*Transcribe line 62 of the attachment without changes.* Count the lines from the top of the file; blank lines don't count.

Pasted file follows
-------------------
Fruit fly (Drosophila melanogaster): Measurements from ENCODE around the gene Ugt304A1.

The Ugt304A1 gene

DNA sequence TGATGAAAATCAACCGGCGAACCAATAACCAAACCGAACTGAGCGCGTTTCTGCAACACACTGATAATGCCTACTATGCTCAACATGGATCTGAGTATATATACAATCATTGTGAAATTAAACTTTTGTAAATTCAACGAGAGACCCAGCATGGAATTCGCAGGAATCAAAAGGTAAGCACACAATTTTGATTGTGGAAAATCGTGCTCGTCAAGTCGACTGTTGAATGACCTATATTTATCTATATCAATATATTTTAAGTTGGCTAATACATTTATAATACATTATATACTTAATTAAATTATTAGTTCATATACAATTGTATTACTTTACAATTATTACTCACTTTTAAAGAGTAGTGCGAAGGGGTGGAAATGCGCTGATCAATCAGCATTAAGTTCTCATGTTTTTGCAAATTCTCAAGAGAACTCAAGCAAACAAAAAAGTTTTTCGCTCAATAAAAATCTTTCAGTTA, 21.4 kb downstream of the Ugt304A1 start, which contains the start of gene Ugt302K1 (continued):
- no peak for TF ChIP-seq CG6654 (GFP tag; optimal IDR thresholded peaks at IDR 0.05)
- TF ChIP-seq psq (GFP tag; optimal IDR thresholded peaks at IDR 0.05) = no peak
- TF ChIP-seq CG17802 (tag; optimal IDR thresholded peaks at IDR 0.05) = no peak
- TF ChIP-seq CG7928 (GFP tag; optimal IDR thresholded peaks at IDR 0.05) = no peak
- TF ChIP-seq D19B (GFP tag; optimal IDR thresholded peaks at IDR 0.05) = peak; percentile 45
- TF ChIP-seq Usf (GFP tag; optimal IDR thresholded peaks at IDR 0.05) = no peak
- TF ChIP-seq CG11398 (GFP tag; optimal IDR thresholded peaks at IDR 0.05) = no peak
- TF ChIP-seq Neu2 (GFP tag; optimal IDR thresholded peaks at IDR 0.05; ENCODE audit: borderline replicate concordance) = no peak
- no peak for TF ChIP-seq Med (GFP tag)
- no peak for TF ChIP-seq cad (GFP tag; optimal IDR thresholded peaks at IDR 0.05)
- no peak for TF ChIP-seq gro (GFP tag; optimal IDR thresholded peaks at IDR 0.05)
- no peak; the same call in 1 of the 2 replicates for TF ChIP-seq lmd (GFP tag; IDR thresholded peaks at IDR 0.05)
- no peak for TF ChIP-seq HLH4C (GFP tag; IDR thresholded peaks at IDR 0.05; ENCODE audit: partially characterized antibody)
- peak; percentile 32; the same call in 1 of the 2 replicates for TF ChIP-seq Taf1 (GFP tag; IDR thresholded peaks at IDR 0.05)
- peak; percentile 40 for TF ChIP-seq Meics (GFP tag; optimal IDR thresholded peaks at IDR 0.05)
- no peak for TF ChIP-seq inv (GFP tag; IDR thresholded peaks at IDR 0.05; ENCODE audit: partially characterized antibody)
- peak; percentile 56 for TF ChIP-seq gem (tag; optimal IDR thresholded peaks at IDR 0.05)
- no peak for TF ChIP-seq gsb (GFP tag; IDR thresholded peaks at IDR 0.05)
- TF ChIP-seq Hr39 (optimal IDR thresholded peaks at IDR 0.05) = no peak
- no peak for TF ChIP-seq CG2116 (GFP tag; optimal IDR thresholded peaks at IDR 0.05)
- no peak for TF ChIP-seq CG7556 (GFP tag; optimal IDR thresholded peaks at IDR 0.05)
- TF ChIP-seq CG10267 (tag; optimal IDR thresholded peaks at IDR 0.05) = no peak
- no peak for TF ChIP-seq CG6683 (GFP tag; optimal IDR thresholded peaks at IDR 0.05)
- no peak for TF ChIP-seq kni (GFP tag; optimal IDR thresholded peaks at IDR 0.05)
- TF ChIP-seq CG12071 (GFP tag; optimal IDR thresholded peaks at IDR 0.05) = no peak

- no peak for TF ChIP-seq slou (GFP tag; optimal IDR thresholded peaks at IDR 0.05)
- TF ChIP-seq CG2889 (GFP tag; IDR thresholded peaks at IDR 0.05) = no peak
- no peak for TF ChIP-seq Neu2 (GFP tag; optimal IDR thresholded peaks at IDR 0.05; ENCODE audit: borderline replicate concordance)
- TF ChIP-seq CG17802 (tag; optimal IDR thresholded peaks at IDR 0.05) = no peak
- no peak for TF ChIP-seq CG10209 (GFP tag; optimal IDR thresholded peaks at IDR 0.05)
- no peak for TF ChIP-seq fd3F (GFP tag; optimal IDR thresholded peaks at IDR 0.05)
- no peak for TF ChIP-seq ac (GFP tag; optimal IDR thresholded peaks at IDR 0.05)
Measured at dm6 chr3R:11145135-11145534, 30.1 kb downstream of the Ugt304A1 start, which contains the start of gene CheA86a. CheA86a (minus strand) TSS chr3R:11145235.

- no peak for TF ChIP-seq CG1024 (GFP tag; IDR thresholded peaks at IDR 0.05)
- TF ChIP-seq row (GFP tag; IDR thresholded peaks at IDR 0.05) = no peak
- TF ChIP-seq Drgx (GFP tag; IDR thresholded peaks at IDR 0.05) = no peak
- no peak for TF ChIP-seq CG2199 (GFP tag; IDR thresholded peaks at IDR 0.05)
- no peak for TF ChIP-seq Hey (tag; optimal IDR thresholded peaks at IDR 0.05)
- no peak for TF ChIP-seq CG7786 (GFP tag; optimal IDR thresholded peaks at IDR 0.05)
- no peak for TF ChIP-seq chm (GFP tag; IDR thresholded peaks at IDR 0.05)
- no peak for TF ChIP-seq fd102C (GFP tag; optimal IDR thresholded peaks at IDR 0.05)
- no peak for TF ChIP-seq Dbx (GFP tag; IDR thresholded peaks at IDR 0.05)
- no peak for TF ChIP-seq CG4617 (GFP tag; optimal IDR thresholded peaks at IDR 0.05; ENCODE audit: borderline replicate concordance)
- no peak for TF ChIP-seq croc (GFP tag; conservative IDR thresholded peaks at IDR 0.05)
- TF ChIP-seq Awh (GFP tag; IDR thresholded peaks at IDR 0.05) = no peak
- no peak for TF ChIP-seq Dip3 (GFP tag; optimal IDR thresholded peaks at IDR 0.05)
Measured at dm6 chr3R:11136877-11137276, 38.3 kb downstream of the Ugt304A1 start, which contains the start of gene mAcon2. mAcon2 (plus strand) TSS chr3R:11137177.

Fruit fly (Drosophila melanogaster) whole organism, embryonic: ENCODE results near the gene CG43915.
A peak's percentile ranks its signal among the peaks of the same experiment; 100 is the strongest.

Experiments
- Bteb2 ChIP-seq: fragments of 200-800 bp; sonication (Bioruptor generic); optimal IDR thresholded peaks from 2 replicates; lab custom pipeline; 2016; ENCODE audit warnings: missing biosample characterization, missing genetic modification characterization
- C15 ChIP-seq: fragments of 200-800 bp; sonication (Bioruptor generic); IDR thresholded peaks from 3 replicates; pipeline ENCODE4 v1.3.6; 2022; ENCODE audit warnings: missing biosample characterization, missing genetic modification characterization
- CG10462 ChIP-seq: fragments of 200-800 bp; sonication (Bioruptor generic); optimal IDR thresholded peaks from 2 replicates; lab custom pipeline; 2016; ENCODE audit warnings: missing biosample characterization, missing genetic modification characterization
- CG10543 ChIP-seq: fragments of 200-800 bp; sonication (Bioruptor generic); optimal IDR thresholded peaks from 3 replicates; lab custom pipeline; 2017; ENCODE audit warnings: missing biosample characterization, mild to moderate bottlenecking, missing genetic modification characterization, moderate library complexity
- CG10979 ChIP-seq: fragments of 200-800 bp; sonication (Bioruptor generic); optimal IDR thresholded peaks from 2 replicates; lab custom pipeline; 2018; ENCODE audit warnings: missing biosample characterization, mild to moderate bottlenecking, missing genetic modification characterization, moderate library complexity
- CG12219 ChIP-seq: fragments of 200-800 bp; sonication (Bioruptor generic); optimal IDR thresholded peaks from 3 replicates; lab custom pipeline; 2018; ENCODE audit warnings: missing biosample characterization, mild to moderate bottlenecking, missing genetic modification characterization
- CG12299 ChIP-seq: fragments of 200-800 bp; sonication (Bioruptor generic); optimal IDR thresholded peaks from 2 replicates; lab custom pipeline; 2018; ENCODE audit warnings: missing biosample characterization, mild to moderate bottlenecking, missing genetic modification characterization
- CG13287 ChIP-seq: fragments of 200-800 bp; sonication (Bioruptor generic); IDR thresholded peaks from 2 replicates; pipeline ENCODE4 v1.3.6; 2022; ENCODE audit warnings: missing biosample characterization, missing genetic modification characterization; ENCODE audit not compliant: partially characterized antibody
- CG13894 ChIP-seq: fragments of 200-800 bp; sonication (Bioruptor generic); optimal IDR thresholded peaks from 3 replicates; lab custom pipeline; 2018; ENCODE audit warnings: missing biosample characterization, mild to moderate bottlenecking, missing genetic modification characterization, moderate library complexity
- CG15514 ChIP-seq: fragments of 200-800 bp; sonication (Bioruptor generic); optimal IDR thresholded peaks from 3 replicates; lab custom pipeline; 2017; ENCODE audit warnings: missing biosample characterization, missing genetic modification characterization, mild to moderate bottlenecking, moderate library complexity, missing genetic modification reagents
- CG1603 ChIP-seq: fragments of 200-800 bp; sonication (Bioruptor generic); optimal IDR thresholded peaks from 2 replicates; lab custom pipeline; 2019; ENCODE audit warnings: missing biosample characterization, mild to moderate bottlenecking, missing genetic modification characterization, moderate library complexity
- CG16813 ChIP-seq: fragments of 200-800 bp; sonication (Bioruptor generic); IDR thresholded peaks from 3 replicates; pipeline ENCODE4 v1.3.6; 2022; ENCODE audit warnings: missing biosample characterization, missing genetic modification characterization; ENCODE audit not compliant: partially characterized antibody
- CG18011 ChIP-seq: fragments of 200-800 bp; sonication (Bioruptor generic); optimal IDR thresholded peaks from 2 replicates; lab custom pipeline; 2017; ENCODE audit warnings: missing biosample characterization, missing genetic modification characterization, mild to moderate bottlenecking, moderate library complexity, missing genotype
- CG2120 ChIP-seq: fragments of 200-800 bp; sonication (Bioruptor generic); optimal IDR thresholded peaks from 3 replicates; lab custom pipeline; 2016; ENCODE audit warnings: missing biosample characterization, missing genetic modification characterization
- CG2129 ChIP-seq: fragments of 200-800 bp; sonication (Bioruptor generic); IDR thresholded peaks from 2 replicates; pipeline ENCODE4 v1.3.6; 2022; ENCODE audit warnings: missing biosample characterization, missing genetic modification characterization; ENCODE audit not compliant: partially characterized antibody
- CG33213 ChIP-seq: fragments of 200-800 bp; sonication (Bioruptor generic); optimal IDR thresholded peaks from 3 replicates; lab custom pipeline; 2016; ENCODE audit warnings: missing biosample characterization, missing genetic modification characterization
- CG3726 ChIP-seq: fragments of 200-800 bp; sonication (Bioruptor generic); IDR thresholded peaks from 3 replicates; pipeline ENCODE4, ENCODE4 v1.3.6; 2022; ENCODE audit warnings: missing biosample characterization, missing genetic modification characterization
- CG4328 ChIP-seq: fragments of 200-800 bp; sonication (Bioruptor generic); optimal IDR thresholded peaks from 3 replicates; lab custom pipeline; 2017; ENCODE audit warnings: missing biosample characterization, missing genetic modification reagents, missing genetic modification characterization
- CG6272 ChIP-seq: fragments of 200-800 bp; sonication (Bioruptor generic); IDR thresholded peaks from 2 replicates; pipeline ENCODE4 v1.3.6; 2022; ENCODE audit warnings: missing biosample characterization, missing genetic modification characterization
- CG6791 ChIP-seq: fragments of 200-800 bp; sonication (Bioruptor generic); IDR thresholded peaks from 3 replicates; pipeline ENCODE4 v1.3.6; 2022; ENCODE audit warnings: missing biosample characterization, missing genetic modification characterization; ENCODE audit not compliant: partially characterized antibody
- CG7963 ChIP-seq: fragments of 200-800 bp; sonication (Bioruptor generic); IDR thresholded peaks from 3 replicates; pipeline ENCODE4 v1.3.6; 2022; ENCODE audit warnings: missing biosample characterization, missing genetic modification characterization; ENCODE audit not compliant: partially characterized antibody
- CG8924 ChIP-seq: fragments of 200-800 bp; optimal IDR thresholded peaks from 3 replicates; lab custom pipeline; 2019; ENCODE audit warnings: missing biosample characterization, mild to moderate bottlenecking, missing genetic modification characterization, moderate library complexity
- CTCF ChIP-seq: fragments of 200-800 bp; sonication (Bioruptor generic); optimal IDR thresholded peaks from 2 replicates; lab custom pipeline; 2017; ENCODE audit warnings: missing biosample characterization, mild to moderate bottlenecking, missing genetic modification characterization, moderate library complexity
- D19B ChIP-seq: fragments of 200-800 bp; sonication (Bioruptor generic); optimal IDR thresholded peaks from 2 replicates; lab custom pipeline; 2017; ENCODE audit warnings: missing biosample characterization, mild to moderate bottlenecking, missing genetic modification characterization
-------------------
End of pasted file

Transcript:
- CG13894 ChIP-seq: fragments of 200-800 bp; sonication (Bioruptor generic); optimal IDR thresholded peaks from 3 replicates; lab custom pipeline; 2018; ENCODE audit warnings: missing biosample characterization, mild to moderate bottlenecking, missing genetic modification characterization, moderate library complexity